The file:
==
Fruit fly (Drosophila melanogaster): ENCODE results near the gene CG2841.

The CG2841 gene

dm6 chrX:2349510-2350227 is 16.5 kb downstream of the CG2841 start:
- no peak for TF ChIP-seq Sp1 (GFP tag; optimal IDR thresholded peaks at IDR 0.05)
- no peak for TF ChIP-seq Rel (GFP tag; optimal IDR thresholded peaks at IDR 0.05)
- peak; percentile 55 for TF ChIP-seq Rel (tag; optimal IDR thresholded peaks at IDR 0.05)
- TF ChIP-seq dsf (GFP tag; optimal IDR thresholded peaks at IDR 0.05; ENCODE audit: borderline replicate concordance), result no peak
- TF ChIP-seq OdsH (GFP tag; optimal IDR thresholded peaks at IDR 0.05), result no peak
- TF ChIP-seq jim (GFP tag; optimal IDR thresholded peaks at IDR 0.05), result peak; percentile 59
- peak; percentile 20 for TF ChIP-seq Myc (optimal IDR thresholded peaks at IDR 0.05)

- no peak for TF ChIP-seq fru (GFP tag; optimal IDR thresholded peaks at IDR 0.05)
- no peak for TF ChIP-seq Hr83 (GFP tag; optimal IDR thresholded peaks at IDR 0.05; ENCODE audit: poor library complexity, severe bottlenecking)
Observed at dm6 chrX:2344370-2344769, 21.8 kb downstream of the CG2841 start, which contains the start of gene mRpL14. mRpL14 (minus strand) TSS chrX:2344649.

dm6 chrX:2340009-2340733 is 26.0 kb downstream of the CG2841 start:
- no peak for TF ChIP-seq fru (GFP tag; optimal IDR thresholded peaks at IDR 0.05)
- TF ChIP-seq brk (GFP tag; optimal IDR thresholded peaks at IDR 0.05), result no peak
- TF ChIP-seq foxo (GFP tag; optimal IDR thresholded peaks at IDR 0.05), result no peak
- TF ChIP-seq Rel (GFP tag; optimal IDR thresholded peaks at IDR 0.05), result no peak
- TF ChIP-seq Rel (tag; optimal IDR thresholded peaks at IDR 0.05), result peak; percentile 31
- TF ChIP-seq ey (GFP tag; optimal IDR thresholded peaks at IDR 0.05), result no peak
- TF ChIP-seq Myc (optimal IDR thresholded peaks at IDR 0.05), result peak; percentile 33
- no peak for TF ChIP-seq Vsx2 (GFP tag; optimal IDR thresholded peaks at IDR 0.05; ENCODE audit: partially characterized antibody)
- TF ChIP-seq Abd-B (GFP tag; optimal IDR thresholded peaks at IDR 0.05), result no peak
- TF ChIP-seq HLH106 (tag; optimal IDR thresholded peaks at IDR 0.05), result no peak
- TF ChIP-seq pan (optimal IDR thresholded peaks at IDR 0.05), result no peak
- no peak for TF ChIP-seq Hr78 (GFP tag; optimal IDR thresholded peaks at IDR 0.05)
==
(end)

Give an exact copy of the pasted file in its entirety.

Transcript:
Fruit fly (Drosophila melanogaster): ENCODE results near the gene CG2841.

The CG2841 gene

dm6 chrX:2349510-2350227 is 16.5 kb downstream of the CG2841 start:
- no peak for TF ChIP-seq Sp1 (GFP tag; optimal IDR thresholded peaks at IDR 0.05)
- no peak for TF ChIP-seq Rel (GFP tag; optimal IDR thresholded peaks at IDR 0.05)
- peak; percentile 55 for TF ChIP-seq Rel (tag; optimal IDR thresholded peaks at IDR 0.05)
- TF ChIP-seq dsf (GFP tag; optimal IDR thresholded peaks at IDR 0.05; ENCODE audit: borderline replicate concordance), result no peak
- TF ChIP-seq OdsH (GFP tag; optimal IDR thresholded peaks at IDR 0.05), result no peak
- TF ChIP-seq jim (GFP tag; optimal IDR thresholded peaks at IDR 0.05), result peak; percentile 59
- peak; percentile 20 for TF ChIP-seq Myc (optimal IDR thresholded peaks at IDR 0.05)

- no peak for TF ChIP-seq fru (GFP tag; optimal IDR thresholded peaks at IDR 0.05)
- no peak for TF ChIP-seq Hr83 (GFP tag; optimal IDR thresholded peaks at IDR 0.05; ENCODE audit: poor library complexity, severe bottlenecking)
Observed at dm6 chrX:2344370-2344769, 21.8 kb downstream of the CG2841 start, which contains the start of gene mRpL14. mRpL14 (minus strand) TSS chrX:2344649.

dm6 chrX:2340009-2340733 is 26.0 kb downstream of the CG2841 start:
- no peak for TF ChIP-seq fru (GFP tag; optimal IDR thresholded peaks at IDR 0.05)
- TF ChIP-seq brk (GFP tag; optimal IDR thresholded peaks at IDR 0.05), result no peak
- TF ChIP-seq foxo (GFP tag; optimal IDR thresholded peaks at IDR 0.05), result no peak
- TF ChIP-seq Rel (GFP tag; optimal IDR thresholded peaks at IDR 0.05), result no peak
- TF ChIP-seq Rel (tag; optimal IDR thresholded peaks at IDR 0.05), result peak; percentile 31
- TF ChIP-seq ey (GFP tag; optimal IDR thresholded peaks at IDR 0.05), result no peak
- TF ChIP-seq Myc (optimal IDR thresholded peaks at IDR 0.05), result peak; percentile 33
- no peak for TF ChIP-seq Vsx2 (GFP tag; optimal IDR thresholded peaks at IDR 0.05; ENCODE audit: partially characterized antibody)
- TF ChIP-seq Abd-B (GFP tag; optimal IDR thresholded peaks at IDR 0.05), result no peak
- TF ChIP-seq HLH106 (tag; optimal IDR thresholded peaks at IDR 0.05), result no peak
- TF ChIP-seq pan (optimal IDR thresholded peaks at IDR 0.05), result no peak
- no peak for TF ChIP-seq Hr78 (GFP tag; optimal IDR thresholded peaks at IDR 0.05)